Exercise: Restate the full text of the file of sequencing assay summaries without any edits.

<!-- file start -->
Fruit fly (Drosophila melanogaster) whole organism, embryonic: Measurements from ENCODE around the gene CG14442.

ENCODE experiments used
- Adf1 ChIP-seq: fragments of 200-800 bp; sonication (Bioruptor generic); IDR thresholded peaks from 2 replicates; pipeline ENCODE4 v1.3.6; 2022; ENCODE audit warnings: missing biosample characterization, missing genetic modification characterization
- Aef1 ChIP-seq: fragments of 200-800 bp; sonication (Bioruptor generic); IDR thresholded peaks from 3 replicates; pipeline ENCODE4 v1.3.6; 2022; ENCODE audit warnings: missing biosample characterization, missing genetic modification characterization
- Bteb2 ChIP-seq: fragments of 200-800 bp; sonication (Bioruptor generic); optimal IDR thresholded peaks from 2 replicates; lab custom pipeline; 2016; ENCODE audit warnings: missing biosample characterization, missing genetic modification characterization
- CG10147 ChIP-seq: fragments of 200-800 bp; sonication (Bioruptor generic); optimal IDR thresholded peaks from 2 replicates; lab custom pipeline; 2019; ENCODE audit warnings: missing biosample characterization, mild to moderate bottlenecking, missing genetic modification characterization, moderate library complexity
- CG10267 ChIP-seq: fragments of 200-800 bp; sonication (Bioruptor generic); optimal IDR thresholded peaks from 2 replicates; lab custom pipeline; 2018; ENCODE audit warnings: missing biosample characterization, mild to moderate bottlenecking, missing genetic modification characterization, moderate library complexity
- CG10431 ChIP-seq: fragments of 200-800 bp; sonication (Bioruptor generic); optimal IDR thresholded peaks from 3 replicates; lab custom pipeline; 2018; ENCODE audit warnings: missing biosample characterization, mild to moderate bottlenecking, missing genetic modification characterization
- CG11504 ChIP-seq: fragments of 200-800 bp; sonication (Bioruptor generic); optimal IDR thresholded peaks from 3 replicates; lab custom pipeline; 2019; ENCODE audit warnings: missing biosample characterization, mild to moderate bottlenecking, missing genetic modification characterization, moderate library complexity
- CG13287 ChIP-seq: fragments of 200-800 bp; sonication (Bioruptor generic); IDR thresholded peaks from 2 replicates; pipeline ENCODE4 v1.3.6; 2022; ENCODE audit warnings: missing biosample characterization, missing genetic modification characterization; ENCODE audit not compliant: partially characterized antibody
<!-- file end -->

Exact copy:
Fruit fly (Drosophila melanogaster) whole organism, embryonic: Measurements from ENCODE around the gene CG14442.

ENCODE experiments used
- Adf1 ChIP-seq: fragments of 200-800 bp; sonication (Bioruptor generic); IDR thresholded peaks from 2 replicates; pipeline ENCODE4 v1.3.6; 2022; ENCODE audit warnings: missing biosample characterization, missing genetic modification characterization
- Aef1 ChIP-seq: fragments of 200-800 bp; sonication (Bioruptor generic); IDR thresholded peaks from 3 replicates; pipeline ENCODE4 v1.3.6; 2022; ENCODE audit warnings: missing biosample characterization, missing genetic modification characterization
- Bteb2 ChIP-seq: fragments of 200-800 bp; sonication (Bioruptor generic); optimal IDR thresholded peaks from 2 replicates; lab custom pipeline; 2016; ENCODE audit warnings: missing biosample characterization, missing genetic modification characterization
- CG10147 ChIP-seq: fragments of 200-800 bp; sonication (Bioruptor generic); optimal IDR thresholded peaks from 2 replicates; lab custom pipeline; 2019; ENCODE audit warnings: missing biosample characterization, mild to moderate bottlenecking, missing genetic modification characterization, moderate library complexity
- CG10267 ChIP-seq: fragments of 200-800 bp; sonication (Bioruptor generic); optimal IDR thresholded peaks from 2 replicates; lab custom pipeline; 2018; ENCODE audit warnings: missing biosample characterization, mild to moderate bottlenecking, missing genetic modification characterization, moderate library complexity
- CG10431 ChIP-seq: fragments of 200-800 bp; sonication (Bioruptor generic); optimal IDR thresholded peaks from 3 replicates; lab custom pipeline; 2018; ENCODE audit warnings: missing biosample characterization, mild to moderate bottlenecking, missing genetic modification characterization
- CG11504 ChIP-seq: fragments of 200-800 bp; sonication (Bioruptor generic); optimal IDR thresholded peaks from 3 replicates; lab custom pipeline; 2019; ENCODE audit warnings: missing biosample characterization, mild to moderate bottlenecking, missing genetic modification characterization, moderate library complexity
- CG13287 ChIP-seq: fragments of 200-800 bp; sonication (Bioruptor generic); IDR thresholded peaks from 2 replicates; pipeline ENCODE4 v1.3.6; 2022; ENCODE audit warnings: missing biosample characterization, missing genetic modification characterization; ENCODE audit not compliant: partially characterized antibody